On the other hand, this old menu from Paradise Creek Brewery is an example of attempted visual hierarchy that is not as effective. Unlike the menu from Joseph’s pizza, the text in this menu does not stay consistent according to types of information. Different menu items are indented seemingly randomly, and vary in size and font without any clear system. The first piece of information necessary to navigate the menu is what type of food is being offered, in this case, appetizers. In this menu it is placed above all the other text, suggesting importance, but it is about the same size as the actual menu items, and thus does not have enough of a clear dominance over the other information being offered.

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Menu Design: Steven McCracken

After looking through some of the menus on Art of the Menu I think I’ve found one that really caught my eye, Ruka. Their menu incorporates a nice hierarchy, with the categories separated by large squares with a unique font, and on top of that they feature a lot of incredible art throughout. When comparing this to the Paradise Creek menu it can make the old layout look a little bland, but this is also most likely a much nicer restaurant than any in Pullman.

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The Paradise Creek menu has a great look to it, the fonts feel very classic and give it a great overall aesthetic. When it comes to actually navigating the menu however I think there could be a lot of improvement. Adding some uniformity to the fonts, as well as fixing the scaling to make categories more clear, could greatly improve the hierarchy of this piece in my opinion.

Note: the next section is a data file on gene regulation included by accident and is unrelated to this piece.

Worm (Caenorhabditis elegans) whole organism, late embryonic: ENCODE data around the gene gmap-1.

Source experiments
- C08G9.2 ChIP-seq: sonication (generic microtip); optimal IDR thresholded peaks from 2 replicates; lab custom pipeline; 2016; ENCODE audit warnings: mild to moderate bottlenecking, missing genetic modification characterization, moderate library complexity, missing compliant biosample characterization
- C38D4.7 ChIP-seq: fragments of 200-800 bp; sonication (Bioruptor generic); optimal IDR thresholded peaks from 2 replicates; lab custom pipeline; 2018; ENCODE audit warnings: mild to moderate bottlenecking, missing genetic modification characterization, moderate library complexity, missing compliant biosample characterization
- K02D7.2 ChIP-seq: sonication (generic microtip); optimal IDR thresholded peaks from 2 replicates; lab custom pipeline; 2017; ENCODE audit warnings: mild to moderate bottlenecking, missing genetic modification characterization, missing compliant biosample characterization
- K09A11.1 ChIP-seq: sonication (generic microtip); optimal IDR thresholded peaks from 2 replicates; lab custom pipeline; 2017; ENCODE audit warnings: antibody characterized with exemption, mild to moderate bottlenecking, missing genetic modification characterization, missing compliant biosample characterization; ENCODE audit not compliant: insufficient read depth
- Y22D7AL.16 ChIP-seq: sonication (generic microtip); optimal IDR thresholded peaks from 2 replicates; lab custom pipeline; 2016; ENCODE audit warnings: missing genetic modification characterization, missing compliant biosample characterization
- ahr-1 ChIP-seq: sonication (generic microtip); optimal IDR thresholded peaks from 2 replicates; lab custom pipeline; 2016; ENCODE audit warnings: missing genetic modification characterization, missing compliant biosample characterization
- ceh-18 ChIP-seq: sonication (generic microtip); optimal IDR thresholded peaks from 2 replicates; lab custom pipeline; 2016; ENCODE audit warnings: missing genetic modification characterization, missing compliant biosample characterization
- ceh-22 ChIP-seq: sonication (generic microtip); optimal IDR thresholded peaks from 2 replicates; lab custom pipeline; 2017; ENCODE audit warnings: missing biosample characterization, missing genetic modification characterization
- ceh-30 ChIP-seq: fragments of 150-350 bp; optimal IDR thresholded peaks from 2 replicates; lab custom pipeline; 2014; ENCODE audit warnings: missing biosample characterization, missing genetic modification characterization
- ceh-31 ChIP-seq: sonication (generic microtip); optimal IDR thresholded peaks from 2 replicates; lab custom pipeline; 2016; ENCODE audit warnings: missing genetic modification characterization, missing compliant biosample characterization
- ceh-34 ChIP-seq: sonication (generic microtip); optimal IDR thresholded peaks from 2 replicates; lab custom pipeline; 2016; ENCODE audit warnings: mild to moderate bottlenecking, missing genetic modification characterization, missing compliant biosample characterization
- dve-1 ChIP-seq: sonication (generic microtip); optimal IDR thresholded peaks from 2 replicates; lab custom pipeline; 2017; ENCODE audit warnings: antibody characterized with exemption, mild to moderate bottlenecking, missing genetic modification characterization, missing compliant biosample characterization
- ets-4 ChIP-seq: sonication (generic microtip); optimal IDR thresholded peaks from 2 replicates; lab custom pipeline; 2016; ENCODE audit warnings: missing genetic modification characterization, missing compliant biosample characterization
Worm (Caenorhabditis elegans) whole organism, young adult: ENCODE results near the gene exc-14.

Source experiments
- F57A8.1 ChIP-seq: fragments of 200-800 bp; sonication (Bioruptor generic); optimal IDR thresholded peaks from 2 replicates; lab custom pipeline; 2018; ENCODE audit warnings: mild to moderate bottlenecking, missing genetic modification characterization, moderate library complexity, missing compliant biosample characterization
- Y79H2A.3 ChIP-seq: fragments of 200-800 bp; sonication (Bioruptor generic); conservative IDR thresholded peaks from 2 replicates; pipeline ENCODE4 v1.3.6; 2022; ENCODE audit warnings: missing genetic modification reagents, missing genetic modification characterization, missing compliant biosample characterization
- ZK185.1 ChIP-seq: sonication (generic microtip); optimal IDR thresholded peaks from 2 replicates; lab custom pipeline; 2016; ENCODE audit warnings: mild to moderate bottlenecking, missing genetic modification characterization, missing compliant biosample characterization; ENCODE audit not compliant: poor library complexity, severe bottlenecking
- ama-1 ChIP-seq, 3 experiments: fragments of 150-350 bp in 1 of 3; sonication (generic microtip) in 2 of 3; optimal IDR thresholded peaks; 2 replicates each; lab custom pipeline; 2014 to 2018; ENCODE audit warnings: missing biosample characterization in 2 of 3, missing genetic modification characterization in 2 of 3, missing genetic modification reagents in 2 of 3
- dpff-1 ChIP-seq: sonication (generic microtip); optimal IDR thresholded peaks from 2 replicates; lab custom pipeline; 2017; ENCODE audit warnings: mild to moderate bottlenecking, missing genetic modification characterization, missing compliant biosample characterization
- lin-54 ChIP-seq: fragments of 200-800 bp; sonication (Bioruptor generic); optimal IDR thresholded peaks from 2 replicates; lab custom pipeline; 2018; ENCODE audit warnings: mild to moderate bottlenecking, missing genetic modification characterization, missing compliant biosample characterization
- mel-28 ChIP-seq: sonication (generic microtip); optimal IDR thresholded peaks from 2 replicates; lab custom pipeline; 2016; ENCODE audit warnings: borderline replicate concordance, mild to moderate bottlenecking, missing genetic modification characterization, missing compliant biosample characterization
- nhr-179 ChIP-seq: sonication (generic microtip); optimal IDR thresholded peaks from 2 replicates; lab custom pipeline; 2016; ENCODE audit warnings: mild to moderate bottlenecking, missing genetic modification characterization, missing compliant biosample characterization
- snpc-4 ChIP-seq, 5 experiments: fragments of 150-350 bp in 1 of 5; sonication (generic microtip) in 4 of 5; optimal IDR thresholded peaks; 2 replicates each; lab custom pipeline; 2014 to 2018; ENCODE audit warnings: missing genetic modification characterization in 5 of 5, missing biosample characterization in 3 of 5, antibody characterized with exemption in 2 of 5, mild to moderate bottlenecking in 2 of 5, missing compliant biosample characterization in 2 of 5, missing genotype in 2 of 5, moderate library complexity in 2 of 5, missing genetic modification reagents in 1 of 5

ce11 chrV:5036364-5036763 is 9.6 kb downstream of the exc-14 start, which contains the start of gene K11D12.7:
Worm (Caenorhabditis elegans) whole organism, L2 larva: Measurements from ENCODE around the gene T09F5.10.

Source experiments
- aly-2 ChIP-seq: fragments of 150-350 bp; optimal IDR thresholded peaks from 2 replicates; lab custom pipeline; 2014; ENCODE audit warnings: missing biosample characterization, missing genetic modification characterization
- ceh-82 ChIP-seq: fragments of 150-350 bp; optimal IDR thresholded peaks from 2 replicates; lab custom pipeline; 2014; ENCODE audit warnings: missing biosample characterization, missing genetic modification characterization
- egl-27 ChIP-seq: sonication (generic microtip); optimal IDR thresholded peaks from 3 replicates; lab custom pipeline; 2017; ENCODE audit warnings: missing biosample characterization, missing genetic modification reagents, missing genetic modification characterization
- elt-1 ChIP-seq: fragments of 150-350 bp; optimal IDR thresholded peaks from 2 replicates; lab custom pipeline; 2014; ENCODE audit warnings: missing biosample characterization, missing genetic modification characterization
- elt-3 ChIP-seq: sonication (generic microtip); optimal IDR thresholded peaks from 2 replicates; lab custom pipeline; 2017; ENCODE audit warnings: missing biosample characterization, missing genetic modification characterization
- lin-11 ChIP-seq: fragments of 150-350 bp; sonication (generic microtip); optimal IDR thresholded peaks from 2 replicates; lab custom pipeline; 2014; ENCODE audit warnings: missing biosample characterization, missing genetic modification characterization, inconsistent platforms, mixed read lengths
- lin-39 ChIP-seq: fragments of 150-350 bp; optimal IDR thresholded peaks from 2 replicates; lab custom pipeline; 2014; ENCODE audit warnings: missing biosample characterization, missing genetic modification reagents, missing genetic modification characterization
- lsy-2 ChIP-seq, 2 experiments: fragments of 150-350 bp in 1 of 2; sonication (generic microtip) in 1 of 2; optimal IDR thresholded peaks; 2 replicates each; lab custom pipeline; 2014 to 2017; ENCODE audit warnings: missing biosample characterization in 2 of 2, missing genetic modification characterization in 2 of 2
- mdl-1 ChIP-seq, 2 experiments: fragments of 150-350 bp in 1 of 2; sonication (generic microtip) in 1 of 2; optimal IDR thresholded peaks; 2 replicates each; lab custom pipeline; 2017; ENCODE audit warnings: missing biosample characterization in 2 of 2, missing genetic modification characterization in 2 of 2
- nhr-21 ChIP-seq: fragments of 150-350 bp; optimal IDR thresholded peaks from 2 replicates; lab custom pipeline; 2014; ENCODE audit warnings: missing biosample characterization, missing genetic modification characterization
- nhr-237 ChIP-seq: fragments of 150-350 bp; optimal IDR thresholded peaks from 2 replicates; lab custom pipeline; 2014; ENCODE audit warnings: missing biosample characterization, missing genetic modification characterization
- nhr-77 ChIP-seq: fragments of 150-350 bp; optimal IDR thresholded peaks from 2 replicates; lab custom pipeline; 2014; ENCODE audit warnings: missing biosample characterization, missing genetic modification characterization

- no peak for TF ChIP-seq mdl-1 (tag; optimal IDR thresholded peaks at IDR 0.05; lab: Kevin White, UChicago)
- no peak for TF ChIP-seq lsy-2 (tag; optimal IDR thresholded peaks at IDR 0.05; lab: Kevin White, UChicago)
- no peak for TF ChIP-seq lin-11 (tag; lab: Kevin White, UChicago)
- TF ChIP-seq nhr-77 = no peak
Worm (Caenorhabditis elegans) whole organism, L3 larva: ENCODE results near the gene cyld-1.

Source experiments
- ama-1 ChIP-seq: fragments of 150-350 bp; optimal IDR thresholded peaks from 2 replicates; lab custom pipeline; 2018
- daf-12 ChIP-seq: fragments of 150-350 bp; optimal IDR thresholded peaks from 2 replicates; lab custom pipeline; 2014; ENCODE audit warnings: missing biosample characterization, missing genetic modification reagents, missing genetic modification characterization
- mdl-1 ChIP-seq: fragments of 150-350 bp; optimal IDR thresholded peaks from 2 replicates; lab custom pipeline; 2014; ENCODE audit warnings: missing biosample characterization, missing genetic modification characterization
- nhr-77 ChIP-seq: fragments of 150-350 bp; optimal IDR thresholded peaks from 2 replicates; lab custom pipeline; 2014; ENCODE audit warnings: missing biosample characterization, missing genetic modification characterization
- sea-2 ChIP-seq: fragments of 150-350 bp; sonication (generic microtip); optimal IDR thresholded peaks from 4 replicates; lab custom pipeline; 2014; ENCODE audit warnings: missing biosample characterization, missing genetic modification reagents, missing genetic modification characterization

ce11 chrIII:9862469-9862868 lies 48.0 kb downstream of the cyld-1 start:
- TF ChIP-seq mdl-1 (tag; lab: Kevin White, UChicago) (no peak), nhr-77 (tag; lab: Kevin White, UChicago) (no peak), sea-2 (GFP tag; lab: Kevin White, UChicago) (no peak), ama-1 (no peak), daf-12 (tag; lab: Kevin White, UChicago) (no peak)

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Menu Design: Kira Norman

For my menu design, I chose to look at the Salionas design. It makes great use of typography and the spacing of the menu is minimal within each individual section, but any vertical breaks between columns is large and defined. The type used in the menu also resembles that of a classic newspaper.  The hierarchy of the menu takes time to section off the menu based on the type of cocktail drink they want to try. They are also separated using a numbered system as well. You can also see that some of the sections are separated by images as well, all having to do with the section below them. Since the menu is entirely composed of different kinds of drinks, I believe the hierarchy is appropriate for this kind of menu. The separation is based more on taste rather than ranking them based on what order the meals come in or by house favorites. The text is written in a rather small font but the menu titles are large and defined.